How did questions about easements and the rights of union organizers to solicit prospective members end up before the Supreme Court? And at what point does an easement imposed by the government rise to the level of a taking? These are just some of the questions the United States Supreme Court will grapple with this coming week in the case of Cedar Point Nursery and Fowler Packing Company v. Hassid, Docket No. 20-107.
It all started back in 2015 when union organizers paid a visit to the Cedar Point Nursery and Fowler Packing Company for the express purpose of soliciting membership in the union. The union organizers acted pursuant to an access regulation promulgated by the California Agricultural Relations Board that granted organizers an easement to access private property for three hours each day, 120 days each year (the “Access Regulation”).
An easement is an interest in land owned by another that entitles the easement holder to specific limited use or enjoyment. The most common type of easement is a right of way which allows Party A access over Party B’s land for the purpose of gaining access to A’s property. The Nursery sued the Board on the grounds that the Access Regulation takes an easement without compensation for the benefit of union organizers in violation of the 5th and 14th amendments to the United States Constitution. The District Court dismissed the Nursery’s claim on the grounds that it failed to state a plausible taking. The Ninth Circuit Court of Appeals affirmed that decision by finding that the easement authorized by the Access Regulation was not a “classic taking in which government directly appropriates private property.”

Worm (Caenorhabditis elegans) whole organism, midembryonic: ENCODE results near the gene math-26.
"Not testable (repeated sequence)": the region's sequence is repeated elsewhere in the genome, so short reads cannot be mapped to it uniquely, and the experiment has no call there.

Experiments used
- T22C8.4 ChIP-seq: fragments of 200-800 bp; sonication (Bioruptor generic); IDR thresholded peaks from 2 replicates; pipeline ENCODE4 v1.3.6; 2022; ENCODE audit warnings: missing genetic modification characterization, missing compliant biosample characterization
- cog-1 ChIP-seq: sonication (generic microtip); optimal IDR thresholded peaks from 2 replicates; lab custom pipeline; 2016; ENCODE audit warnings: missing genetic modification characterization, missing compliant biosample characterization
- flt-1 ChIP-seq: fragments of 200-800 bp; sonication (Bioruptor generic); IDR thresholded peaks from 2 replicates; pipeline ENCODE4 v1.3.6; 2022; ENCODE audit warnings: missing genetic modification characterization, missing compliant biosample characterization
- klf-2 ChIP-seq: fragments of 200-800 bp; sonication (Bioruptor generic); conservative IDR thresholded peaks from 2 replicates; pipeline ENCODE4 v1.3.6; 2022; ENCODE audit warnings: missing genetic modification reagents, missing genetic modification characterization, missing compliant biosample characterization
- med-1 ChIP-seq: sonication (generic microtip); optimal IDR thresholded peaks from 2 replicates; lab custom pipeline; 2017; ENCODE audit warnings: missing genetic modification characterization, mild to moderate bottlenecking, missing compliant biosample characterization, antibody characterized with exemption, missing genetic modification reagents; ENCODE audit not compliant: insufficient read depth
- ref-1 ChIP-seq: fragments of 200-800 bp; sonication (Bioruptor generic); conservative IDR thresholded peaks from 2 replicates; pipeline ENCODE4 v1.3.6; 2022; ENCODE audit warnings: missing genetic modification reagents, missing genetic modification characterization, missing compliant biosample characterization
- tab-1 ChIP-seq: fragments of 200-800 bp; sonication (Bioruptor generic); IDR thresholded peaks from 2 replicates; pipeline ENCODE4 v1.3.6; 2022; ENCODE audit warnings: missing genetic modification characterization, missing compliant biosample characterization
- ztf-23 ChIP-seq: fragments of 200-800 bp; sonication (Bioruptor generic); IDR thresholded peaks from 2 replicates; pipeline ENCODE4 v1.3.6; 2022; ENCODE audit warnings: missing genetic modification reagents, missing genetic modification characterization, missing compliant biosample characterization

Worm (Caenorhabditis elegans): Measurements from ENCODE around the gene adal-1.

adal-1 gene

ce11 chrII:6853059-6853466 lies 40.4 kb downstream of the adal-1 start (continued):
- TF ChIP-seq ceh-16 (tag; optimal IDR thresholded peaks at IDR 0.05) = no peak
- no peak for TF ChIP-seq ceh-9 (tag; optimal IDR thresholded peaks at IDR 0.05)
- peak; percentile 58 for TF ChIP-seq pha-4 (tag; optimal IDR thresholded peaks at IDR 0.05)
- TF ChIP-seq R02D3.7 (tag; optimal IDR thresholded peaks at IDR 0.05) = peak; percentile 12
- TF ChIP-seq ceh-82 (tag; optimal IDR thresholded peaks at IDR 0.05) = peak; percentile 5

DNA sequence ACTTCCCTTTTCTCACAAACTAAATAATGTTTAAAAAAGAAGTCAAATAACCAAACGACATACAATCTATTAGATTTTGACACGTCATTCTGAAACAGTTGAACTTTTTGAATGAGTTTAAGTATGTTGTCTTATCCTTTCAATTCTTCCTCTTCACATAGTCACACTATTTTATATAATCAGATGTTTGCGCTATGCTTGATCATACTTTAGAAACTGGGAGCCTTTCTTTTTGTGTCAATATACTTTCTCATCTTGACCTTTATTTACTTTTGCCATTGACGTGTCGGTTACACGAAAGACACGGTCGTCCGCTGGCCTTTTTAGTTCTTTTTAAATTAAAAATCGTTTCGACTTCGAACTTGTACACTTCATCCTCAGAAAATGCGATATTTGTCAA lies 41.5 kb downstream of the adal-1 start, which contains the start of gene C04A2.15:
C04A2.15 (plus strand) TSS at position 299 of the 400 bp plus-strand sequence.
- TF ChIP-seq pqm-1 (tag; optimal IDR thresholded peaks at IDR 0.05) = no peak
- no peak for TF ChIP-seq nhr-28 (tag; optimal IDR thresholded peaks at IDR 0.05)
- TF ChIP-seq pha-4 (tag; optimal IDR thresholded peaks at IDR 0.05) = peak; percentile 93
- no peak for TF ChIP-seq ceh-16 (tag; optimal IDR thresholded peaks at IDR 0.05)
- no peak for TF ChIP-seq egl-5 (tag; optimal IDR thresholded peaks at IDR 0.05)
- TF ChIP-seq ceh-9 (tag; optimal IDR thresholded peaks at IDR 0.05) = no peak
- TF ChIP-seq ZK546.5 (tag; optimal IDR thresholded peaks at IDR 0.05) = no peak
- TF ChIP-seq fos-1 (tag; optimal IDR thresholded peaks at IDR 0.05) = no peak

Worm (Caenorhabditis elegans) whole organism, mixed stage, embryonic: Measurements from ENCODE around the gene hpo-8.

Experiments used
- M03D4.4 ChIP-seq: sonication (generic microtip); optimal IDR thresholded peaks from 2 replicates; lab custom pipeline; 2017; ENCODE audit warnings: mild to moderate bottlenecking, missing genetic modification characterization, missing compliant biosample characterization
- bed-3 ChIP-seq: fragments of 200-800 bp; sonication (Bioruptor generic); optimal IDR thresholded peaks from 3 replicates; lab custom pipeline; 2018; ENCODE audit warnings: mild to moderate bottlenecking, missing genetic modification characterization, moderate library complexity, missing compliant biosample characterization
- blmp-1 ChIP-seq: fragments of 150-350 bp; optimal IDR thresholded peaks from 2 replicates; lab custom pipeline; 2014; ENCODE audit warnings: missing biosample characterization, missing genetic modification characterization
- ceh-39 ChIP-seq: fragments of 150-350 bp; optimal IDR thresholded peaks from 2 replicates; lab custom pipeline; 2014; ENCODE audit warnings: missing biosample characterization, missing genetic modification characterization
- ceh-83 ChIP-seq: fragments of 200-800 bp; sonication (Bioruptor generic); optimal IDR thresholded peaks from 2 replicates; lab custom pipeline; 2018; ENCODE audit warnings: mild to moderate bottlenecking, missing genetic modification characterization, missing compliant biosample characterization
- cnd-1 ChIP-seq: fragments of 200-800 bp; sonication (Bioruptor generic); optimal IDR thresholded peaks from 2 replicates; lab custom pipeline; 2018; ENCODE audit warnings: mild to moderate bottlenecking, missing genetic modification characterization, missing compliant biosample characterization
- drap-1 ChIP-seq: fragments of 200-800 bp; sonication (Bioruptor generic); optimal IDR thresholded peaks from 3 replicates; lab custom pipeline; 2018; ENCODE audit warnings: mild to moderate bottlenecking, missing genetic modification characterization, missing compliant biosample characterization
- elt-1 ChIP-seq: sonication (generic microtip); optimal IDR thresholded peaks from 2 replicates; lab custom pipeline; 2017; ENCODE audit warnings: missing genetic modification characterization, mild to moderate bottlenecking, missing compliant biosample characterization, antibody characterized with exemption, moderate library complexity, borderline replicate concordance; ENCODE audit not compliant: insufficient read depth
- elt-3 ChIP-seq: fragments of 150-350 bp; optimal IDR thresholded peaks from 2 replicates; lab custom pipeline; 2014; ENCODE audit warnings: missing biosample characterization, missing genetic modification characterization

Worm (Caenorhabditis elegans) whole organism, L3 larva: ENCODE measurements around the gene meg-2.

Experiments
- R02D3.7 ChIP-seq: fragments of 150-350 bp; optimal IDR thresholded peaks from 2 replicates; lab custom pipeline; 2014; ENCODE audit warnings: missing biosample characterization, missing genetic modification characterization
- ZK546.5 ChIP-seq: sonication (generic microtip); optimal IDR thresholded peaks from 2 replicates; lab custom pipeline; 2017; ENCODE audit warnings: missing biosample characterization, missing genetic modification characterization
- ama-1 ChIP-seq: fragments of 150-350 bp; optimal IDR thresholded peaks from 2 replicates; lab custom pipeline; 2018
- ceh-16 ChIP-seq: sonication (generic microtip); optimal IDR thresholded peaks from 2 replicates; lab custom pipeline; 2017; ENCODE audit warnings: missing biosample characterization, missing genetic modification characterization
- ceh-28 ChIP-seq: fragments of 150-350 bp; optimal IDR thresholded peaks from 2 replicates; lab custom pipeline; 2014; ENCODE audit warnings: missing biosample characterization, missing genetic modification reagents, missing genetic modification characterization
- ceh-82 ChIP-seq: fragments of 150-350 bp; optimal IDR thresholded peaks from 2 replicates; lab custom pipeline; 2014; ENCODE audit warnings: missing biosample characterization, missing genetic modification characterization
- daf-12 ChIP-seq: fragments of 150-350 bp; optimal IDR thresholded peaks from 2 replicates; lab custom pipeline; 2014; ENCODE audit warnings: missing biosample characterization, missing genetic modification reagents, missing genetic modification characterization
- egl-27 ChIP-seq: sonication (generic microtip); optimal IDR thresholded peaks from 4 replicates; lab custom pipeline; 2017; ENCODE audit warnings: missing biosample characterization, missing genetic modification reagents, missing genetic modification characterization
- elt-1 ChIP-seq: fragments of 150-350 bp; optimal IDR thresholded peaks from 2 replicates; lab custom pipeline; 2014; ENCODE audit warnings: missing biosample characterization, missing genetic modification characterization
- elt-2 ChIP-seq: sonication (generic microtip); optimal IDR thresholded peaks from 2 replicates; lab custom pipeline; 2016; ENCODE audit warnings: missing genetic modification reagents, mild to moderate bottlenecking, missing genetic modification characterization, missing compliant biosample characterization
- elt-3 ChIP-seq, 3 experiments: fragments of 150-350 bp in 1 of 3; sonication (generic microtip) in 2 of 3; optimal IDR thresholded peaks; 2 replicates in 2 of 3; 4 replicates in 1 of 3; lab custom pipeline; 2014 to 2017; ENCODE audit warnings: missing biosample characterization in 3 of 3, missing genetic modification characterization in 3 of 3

The Court reasoned that the Access Regulation did not “allow random members of the public to unpredictably traverse their property 24 hours a day, 365 days a year,” and thus Access Regulation is not a physical taking of property requiring compensation by the government. The Court further determined that the Access Regulation did not amount to a taking because the only property right affected was “the right to exclude.” The dissent pointed out, however, that the right to exclude is “one of the fundamental sticks in the bundle of property rights.”
Apart from the obvious ongoing clash between business interests and unions, how the Supreme Court decides this case may signal more broadly the extent to which governments may impose easements on private property, which will have implications for all property owners, not just business interests and unions.